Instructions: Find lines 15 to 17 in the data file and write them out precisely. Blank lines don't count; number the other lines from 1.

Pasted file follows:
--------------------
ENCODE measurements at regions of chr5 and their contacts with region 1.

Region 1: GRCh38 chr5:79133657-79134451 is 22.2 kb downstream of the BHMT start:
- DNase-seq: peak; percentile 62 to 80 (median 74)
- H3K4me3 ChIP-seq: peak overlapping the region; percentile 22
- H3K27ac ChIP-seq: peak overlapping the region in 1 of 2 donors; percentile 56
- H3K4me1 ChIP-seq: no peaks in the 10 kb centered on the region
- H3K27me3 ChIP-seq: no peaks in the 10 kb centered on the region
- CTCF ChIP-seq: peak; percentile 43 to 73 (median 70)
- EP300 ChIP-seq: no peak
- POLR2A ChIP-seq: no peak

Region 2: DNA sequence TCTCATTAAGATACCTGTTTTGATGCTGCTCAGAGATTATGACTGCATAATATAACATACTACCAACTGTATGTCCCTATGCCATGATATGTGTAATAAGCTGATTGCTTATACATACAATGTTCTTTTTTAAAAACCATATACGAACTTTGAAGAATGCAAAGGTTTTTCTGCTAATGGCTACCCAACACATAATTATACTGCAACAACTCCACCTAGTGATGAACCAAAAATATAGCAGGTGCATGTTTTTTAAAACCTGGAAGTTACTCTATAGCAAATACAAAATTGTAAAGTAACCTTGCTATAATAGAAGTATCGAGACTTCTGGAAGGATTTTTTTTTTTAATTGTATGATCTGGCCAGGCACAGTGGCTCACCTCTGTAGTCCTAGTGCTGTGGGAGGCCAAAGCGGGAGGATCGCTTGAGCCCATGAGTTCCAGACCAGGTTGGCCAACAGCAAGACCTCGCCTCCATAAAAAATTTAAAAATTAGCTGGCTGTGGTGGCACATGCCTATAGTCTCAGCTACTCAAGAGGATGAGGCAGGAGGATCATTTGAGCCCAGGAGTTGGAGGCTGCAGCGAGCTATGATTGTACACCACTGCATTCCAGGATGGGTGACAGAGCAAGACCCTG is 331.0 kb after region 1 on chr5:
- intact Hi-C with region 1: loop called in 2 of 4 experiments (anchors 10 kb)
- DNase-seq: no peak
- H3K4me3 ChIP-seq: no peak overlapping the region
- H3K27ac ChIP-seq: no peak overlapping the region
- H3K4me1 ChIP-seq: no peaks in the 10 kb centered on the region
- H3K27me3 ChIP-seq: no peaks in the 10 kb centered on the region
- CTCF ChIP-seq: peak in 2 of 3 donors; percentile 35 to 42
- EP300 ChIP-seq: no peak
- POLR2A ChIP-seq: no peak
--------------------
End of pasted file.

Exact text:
- H3K27ac ChIP-seq: no peak overlapping the region
- H3K4me1 ChIP-seq: no peaks in the 10 kb centered on the region
- H3K27me3 ChIP-seq: no peaks in the 10 kb centered on the region